The Supreme Court of Canada (SCC) released its decision in 1688782 Ontario Inc. v. Maple Leaf Foods Inc. on November 6, 2020. In coming to their decision, the five judge majority once again reiterated the well-established Canadian approach to limiting tortious claims for pure economic loss.
Maple Leaf Foods Inc. (Maple Leaf) was made the exclusive supplier of multiple menu items for Mr. Sub franchises through an exclusive supply agreement (the Agreement). Subject to the Agreement, Mr. Sub franchisees were required to purchase certain products only from Maple Leaf. These products included ready-to-eat meat products used for Mr. Sub sandwiches.
In 2008, Maple Leaf experienced a listeria outbreak at one of their facilities, which subsequently caused two of their ready-to-eat meat products to be recalled. Resultant from the recall, a class (424) of Mr. Sub franchisees brought a claim in tort against Maple Leaf for damage to reputation and economic loss. The class claimed that they suffered profit loss due to the two recalled ready-to-eat meats being unavailable for approximately 6-8 weeks. Notably, the class could not sue Mr. Sub as the lead franchisor, because their franchise agreement limited the ability to sue Mr. Sub for supply shortages.
Pure Economic Loss
Canadian courts have generally been hesitant to allow negligence tort claims for pure economic loss as compared to economic loss stemming from personal injury and/or property damage. This is part of the courts’ attempt to limit the “spectre of indeterminate liability”, and its consequences to the economy, that loom ever present where negligence is concerned. In most circumstances, the courts see contract law as the appropriate mechanism for pure economic loss.
For a plaintiff to validate a negligence claim for pure economic loss, they have an increased burden when attempting to show that the defendant owed them a duty of care. A duty of care is established if the parties at issue have sufficient proximity to one another and the injury (or economic loss) suffered by the plaintiff is reasonably foreseeable.
As the class was part of a multipartite contract, the crux of this case rested on the proximity between Maple Leaf and the class. First, the court found that a duty of care could not be established on analogous grounds. This was primarily because the ready-to-eat meat products were guaranteed to be safely eaten by the final consumer, not the franchisees themselves. Additionally, the franchisees could simply discard the ready-to-eat meats with no health risk to themselves. Further, the court did not believe this was the appropriate time to establish a novel duty of care. They believed that establishing such a duty could potentially increase the risk of indeterminate liability for franchise suppliers.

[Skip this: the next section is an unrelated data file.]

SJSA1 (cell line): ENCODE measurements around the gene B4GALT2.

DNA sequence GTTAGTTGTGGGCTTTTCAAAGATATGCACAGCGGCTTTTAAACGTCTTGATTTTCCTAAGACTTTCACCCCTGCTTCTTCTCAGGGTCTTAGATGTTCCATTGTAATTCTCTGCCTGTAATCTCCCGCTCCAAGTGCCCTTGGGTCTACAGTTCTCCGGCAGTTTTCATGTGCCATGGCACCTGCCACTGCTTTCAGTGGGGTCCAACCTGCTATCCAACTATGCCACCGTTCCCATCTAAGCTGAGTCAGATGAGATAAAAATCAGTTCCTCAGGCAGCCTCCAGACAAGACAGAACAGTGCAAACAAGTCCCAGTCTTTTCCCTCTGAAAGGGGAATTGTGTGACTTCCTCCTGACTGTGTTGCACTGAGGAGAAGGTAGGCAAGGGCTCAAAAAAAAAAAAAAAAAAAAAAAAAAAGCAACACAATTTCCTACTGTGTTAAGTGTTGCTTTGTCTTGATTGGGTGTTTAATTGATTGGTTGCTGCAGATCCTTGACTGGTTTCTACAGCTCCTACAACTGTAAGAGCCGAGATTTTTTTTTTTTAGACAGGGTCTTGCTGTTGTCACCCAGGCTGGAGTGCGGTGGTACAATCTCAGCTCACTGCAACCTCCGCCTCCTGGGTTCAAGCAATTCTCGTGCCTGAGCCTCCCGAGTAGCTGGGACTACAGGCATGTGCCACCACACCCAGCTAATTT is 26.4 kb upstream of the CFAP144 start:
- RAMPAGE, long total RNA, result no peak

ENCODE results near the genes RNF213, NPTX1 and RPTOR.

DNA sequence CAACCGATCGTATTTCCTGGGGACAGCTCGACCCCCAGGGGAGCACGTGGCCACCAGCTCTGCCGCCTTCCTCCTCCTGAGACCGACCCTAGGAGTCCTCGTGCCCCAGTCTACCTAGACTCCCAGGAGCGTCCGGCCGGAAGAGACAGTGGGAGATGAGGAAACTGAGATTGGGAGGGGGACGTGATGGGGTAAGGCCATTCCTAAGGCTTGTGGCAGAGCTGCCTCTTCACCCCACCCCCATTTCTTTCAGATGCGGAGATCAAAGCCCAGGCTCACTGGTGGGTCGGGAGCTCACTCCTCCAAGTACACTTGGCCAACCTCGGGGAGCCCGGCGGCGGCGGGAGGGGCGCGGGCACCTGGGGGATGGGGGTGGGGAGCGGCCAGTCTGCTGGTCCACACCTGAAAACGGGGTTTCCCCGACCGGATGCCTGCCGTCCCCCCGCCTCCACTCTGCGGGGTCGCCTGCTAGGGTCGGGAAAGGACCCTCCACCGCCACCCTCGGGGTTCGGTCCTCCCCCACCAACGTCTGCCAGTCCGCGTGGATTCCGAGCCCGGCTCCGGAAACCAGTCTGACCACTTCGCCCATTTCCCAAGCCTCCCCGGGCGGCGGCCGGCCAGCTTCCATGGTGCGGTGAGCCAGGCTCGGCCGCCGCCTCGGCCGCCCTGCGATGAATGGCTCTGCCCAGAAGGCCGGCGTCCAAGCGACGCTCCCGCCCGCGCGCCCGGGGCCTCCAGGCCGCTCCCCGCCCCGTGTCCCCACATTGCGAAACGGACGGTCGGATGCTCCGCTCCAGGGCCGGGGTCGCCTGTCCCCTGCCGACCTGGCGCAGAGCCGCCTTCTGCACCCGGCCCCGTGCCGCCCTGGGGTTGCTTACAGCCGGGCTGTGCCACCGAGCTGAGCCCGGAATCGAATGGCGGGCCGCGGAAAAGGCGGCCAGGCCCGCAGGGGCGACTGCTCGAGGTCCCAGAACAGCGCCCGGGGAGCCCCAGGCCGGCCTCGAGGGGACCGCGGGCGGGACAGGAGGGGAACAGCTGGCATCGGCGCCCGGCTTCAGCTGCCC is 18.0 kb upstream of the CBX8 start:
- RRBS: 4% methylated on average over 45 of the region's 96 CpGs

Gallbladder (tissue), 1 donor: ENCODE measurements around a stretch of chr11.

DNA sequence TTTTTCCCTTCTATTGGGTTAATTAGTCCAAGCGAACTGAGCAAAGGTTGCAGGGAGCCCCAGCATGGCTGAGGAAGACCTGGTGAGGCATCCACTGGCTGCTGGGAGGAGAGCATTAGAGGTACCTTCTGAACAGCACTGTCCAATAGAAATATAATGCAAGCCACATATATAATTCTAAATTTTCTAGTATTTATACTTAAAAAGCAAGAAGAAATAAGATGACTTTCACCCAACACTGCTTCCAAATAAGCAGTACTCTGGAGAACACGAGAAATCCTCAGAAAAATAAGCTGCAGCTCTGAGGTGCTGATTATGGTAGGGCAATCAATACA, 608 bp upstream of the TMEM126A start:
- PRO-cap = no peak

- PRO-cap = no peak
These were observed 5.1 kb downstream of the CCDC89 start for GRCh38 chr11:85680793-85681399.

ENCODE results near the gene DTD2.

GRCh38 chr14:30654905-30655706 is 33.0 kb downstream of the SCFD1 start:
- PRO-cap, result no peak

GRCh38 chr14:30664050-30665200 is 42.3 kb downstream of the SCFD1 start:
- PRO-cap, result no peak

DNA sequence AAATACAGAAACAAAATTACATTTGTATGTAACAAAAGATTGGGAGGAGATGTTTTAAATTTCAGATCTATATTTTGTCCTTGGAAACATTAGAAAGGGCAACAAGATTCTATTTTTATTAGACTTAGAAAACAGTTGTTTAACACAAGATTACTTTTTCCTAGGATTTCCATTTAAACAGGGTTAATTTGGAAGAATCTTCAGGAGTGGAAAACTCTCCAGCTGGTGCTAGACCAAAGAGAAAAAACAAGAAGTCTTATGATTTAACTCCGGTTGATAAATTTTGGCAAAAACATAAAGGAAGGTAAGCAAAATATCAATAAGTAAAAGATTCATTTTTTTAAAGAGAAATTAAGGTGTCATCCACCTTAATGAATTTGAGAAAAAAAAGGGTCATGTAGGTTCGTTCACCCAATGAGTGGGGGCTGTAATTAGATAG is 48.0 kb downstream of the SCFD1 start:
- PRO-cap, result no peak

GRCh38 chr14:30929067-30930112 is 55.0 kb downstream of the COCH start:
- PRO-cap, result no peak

The dissent in this case raised thoughtful considerations as to the nature of the franchisor-franchisee relationship. Notably, the dissent discussed that franchisees are not the business savvy contracting parties the common law often makes them out to be. Franchisees are regularly entering the business world for the first time and are generally at the mercy of pre-written franchise agreements. To combat the power differential at play in these relationships, the dissent would have created a novel duty of care in these specific circumstances to keep suppliers accountable to franchisees who are forced to purchase said supplier’s goods.
The SCC provided clear direction in this case. If you are part of a multipartite agreement and want protections against all parties to said agreement, you must stipulate such protections in a contract or purchase insurance. Tort is not the correct avenue to fill the liability gaps in multi-party relationships. Whether a franchisor or a franchisee, it is crucial to speak to qualified counsel before entering such agreements as they are rife with potential liability for franchisors or lack of protections for franchisees.